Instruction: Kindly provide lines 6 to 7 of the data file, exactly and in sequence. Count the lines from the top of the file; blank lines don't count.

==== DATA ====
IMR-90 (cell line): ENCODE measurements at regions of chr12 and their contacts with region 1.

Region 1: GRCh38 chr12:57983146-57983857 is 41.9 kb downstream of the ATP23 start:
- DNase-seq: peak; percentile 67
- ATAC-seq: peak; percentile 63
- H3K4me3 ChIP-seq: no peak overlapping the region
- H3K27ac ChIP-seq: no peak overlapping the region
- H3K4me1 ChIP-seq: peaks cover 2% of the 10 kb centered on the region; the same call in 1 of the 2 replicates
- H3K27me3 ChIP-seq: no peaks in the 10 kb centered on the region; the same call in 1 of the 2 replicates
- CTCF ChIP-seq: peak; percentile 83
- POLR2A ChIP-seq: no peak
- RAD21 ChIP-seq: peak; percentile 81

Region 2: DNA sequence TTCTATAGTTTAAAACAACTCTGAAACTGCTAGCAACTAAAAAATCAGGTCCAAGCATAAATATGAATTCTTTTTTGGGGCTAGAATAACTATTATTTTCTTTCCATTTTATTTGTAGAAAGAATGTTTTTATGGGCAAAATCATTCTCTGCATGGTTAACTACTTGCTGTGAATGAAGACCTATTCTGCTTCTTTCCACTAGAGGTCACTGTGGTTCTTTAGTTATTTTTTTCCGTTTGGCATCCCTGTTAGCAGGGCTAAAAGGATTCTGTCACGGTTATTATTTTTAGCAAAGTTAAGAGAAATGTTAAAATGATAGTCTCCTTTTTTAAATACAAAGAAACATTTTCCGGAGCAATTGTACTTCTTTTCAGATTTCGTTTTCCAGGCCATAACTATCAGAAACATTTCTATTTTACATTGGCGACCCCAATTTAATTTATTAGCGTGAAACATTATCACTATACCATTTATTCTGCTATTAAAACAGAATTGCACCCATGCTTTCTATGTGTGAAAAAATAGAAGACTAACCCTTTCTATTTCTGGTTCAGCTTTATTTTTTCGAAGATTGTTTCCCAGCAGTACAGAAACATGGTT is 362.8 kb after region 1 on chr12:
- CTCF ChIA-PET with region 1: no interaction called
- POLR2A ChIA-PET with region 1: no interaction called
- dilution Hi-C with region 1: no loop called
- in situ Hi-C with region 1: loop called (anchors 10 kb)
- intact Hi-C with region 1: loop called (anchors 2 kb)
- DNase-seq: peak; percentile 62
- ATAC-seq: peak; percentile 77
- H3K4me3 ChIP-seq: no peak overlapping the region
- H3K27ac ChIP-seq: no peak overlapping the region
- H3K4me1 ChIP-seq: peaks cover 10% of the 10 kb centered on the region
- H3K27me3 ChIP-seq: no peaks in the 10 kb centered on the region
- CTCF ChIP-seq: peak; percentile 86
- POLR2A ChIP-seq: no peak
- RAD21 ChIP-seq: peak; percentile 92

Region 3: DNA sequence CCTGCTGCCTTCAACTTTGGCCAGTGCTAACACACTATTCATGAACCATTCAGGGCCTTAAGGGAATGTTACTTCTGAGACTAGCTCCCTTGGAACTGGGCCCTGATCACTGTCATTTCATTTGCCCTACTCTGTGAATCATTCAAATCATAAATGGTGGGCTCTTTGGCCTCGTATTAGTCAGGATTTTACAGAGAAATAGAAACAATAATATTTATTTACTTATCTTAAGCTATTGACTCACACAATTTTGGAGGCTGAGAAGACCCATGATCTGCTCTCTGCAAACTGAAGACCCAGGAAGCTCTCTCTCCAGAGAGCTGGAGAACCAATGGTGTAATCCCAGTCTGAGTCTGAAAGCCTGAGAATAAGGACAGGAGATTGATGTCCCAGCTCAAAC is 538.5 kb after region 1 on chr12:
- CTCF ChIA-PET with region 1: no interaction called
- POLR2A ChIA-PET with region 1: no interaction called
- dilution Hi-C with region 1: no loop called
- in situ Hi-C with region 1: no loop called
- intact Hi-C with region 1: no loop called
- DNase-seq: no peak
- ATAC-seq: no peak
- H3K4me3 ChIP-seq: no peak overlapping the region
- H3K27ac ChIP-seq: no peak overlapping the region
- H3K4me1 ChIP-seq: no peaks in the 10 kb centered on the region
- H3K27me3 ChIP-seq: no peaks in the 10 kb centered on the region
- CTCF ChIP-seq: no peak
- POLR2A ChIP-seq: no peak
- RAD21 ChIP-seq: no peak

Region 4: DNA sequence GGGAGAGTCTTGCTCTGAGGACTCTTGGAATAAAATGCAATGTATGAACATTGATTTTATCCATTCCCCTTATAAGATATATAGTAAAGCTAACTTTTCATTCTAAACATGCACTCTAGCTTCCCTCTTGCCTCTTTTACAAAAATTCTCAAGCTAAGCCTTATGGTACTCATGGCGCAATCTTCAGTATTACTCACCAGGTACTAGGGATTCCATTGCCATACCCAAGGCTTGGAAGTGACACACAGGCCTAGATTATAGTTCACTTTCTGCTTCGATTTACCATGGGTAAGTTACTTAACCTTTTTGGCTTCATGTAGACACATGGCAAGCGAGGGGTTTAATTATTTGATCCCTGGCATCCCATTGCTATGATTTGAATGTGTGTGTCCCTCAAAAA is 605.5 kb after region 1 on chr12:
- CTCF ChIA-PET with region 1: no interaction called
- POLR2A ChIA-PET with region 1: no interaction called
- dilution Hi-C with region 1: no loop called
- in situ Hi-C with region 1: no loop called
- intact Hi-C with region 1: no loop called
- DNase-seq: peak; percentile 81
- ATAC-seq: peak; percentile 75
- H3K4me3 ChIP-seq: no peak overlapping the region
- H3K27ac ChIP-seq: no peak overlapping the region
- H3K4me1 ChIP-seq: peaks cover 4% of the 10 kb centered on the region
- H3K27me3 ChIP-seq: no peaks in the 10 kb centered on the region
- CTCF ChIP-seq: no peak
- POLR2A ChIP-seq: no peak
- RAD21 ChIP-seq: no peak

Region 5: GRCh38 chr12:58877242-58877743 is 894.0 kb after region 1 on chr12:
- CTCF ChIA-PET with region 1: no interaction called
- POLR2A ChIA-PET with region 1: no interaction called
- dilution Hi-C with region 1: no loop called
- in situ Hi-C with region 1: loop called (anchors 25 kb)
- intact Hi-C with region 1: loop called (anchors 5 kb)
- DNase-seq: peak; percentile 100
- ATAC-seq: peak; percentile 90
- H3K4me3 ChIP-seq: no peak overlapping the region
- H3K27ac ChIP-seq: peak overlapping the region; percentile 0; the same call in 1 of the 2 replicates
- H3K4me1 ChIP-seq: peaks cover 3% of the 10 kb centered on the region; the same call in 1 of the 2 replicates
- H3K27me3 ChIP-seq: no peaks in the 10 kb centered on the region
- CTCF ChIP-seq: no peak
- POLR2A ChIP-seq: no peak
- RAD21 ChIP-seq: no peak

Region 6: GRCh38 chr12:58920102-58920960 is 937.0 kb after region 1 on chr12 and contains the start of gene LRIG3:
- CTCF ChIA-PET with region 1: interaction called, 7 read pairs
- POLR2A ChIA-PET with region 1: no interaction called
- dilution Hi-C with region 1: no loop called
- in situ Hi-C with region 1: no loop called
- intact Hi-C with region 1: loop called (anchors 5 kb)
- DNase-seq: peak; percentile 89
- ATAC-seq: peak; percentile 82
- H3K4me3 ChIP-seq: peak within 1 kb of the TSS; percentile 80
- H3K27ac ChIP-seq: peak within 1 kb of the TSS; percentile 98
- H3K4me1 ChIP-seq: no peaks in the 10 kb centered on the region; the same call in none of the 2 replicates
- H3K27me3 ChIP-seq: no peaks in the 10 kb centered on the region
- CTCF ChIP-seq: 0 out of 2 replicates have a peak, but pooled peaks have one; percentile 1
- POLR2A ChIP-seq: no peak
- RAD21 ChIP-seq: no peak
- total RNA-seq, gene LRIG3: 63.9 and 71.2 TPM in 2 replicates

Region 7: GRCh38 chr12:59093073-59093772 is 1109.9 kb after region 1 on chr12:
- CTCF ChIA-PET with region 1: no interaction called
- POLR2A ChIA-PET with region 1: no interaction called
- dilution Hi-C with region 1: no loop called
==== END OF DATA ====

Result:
- H3K27ac ChIP-seq: no peak overlapping the region
- H3K4me1 ChIP-seq: peaks cover 2% of the 10 kb centered on the region; the same call in 1 of the 2 replicates